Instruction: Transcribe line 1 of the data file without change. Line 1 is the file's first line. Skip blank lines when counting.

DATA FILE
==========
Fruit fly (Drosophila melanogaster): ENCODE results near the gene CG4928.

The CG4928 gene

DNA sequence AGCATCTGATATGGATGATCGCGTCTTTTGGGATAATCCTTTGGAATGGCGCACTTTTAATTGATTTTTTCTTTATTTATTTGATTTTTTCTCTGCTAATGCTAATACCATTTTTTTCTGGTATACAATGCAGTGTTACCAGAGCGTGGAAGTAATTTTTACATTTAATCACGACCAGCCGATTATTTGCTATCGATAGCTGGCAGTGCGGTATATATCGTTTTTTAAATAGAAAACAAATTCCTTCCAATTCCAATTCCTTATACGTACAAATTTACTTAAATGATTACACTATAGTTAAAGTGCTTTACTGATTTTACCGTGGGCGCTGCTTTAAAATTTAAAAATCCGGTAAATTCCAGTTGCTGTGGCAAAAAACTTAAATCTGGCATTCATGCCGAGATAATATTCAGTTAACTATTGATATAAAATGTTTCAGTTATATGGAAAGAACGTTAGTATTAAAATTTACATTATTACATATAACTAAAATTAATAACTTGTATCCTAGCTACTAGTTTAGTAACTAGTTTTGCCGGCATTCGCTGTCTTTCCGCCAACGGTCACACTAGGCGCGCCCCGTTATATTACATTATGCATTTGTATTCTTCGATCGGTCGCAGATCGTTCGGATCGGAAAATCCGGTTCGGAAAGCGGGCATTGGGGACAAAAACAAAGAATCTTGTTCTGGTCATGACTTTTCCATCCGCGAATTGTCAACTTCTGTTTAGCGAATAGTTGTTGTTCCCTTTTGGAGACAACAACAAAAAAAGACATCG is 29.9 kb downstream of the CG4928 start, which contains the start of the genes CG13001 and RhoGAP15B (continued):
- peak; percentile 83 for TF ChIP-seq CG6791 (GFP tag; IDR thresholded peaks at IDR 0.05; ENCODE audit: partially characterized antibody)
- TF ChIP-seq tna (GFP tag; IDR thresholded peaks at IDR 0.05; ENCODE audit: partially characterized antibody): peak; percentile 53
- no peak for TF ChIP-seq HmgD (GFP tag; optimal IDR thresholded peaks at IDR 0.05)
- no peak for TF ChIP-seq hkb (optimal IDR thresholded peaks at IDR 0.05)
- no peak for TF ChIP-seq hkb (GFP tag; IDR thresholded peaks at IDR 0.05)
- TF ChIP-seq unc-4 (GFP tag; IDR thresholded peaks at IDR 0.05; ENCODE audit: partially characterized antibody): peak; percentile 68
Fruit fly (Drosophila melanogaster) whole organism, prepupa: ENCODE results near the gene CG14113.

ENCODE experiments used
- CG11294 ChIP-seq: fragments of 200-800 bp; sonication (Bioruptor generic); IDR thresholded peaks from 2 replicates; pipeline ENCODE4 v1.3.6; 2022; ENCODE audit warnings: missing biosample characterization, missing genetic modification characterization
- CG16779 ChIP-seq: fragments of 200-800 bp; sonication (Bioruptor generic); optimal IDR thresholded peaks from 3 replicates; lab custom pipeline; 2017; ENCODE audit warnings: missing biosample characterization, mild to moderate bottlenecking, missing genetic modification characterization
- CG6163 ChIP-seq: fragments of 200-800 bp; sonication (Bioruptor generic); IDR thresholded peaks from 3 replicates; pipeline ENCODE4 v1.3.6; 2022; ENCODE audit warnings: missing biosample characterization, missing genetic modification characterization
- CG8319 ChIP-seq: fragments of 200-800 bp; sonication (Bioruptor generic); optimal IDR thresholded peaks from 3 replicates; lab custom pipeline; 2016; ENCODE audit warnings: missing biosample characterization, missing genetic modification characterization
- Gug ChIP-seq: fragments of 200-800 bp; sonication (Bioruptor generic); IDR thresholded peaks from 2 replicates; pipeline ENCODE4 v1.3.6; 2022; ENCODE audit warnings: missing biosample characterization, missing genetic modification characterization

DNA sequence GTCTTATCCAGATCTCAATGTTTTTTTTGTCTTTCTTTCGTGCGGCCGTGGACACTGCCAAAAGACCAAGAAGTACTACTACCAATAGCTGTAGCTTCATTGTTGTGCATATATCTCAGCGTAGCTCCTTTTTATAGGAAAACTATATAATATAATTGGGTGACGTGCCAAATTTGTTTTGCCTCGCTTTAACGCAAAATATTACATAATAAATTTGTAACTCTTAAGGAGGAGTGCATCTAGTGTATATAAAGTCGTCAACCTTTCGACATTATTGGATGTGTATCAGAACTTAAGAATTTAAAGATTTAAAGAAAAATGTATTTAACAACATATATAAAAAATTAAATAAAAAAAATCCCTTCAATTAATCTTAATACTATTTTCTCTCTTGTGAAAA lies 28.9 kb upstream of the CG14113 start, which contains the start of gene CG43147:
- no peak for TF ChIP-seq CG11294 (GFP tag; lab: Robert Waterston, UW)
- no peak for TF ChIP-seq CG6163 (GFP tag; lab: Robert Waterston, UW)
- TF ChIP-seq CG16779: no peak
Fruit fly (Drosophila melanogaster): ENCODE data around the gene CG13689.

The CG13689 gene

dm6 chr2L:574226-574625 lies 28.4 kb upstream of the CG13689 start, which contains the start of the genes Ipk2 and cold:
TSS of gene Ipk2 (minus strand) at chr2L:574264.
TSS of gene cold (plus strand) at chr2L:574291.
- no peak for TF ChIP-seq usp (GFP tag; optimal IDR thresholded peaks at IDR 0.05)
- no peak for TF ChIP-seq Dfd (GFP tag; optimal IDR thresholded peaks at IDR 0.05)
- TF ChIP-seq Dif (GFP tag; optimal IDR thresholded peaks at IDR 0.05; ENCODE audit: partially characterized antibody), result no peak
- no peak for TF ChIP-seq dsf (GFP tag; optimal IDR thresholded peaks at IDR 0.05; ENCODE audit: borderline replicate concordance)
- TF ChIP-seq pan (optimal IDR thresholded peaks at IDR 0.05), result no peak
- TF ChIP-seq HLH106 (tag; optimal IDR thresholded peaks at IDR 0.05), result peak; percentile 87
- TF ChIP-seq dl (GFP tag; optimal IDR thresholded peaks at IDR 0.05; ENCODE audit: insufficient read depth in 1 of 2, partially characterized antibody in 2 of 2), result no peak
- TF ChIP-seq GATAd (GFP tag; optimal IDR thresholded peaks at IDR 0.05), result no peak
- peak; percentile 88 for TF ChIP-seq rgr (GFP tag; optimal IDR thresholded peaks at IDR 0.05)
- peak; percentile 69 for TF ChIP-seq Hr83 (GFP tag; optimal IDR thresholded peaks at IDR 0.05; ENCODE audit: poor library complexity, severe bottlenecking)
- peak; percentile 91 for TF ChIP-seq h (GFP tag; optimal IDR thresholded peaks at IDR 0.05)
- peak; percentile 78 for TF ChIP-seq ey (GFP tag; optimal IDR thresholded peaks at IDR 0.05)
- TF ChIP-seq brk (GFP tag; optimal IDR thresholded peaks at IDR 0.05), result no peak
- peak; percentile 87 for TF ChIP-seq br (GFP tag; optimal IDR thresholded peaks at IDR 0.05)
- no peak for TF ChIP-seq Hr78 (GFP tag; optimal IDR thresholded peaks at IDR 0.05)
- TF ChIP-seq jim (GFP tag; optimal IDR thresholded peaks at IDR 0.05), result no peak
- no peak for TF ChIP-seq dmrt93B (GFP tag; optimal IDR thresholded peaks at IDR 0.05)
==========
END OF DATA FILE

Fruit fly (Drosophila melanogaster): ENCODE results near the gene CG4928.